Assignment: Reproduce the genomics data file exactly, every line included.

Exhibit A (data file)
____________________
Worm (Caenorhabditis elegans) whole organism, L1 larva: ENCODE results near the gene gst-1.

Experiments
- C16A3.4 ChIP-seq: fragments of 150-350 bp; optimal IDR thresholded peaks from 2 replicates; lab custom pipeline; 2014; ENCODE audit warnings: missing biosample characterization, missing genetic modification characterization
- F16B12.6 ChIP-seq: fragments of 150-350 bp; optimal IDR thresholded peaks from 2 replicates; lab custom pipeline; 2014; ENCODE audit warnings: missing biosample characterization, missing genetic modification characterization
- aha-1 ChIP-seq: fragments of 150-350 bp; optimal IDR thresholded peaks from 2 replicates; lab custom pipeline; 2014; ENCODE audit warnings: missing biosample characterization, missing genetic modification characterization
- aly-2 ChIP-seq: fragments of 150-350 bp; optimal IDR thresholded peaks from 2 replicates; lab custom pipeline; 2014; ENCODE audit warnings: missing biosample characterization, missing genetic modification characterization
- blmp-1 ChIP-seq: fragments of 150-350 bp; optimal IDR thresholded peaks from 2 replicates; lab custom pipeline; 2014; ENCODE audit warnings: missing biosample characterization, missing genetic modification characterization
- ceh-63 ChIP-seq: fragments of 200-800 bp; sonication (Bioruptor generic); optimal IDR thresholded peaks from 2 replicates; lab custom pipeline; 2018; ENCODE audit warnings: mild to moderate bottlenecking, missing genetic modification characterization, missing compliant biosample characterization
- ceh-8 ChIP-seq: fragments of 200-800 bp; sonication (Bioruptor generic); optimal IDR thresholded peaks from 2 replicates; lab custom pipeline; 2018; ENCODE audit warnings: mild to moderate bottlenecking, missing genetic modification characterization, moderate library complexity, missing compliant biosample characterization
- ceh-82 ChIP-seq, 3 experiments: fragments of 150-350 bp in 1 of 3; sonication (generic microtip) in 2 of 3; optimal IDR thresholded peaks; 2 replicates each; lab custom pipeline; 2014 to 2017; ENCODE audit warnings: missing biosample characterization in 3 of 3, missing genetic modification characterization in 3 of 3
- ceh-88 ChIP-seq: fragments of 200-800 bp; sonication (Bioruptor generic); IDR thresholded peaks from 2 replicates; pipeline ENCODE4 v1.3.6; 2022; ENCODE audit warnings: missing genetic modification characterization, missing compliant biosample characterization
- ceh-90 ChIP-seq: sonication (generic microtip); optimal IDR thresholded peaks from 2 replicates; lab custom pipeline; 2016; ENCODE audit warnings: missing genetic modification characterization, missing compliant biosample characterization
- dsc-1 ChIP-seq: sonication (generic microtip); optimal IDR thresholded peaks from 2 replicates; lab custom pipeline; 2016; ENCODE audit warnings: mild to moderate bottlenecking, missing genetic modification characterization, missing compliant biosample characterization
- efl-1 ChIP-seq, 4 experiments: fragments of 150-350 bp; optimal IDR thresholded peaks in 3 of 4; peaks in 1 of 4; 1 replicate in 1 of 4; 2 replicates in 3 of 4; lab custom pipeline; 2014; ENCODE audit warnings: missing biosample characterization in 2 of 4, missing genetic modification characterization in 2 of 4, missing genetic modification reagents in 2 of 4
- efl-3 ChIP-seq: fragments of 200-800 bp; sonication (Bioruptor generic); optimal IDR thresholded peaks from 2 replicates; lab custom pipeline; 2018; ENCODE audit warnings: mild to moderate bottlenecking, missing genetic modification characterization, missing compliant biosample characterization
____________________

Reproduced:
Worm (Caenorhabditis elegans) whole organism, L1 larva: ENCODE results near the gene gst-1.

Experiments
- C16A3.4 ChIP-seq: fragments of 150-350 bp; optimal IDR thresholded peaks from 2 replicates; lab custom pipeline; 2014; ENCODE audit warnings: missing biosample characterization, missing genetic modification characterization
- F16B12.6 ChIP-seq: fragments of 150-350 bp; optimal IDR thresholded peaks from 2 replicates; lab custom pipeline; 2014; ENCODE audit warnings: missing biosample characterization, missing genetic modification characterization
- aha-1 ChIP-seq: fragments of 150-350 bp; optimal IDR thresholded peaks from 2 replicates; lab custom pipeline; 2014; ENCODE audit warnings: missing biosample characterization, missing genetic modification characterization
- aly-2 ChIP-seq: fragments of 150-350 bp; optimal IDR thresholded peaks from 2 replicates; lab custom pipeline; 2014; ENCODE audit warnings: missing biosample characterization, missing genetic modification characterization
- blmp-1 ChIP-seq: fragments of 150-350 bp; optimal IDR thresholded peaks from 2 replicates; lab custom pipeline; 2014; ENCODE audit warnings: missing biosample characterization, missing genetic modification characterization
- ceh-63 ChIP-seq: fragments of 200-800 bp; sonication (Bioruptor generic); optimal IDR thresholded peaks from 2 replicates; lab custom pipeline; 2018; ENCODE audit warnings: mild to moderate bottlenecking, missing genetic modification characterization, missing compliant biosample characterization
- ceh-8 ChIP-seq: fragments of 200-800 bp; sonication (Bioruptor generic); optimal IDR thresholded peaks from 2 replicates; lab custom pipeline; 2018; ENCODE audit warnings: mild to moderate bottlenecking, missing genetic modification characterization, moderate library complexity, missing compliant biosample characterization
- ceh-82 ChIP-seq, 3 experiments: fragments of 150-350 bp in 1 of 3; sonication (generic microtip) in 2 of 3; optimal IDR thresholded peaks; 2 replicates each; lab custom pipeline; 2014 to 2017; ENCODE audit warnings: missing biosample characterization in 3 of 3, missing genetic modification characterization in 3 of 3
- ceh-88 ChIP-seq: fragments of 200-800 bp; sonication (Bioruptor generic); IDR thresholded peaks from 2 replicates; pipeline ENCODE4 v1.3.6; 2022; ENCODE audit warnings: missing genetic modification characterization, missing compliant biosample characterization
- ceh-90 ChIP-seq: sonication (generic microtip); optimal IDR thresholded peaks from 2 replicates; lab custom pipeline; 2016; ENCODE audit warnings: missing genetic modification characterization, missing compliant biosample characterization
- dsc-1 ChIP-seq: sonication (generic microtip); optimal IDR thresholded peaks from 2 replicates; lab custom pipeline; 2016; ENCODE audit warnings: mild to moderate bottlenecking, missing genetic modification characterization, missing compliant biosample characterization
- efl-1 ChIP-seq, 4 experiments: fragments of 150-350 bp; optimal IDR thresholded peaks in 3 of 4; peaks in 1 of 4; 1 replicate in 1 of 4; 2 replicates in 3 of 4; lab custom pipeline; 2014; ENCODE audit warnings: missing biosample characterization in 2 of 4, missing genetic modification characterization in 2 of 4, missing genetic modification reagents in 2 of 4
- efl-3 ChIP-seq: fragments of 200-800 bp; sonication (Bioruptor generic); optimal IDR thresholded peaks from 2 replicates; lab custom pipeline; 2018; ENCODE audit warnings: mild to moderate bottlenecking, missing genetic modification characterization, missing compliant biosample characterization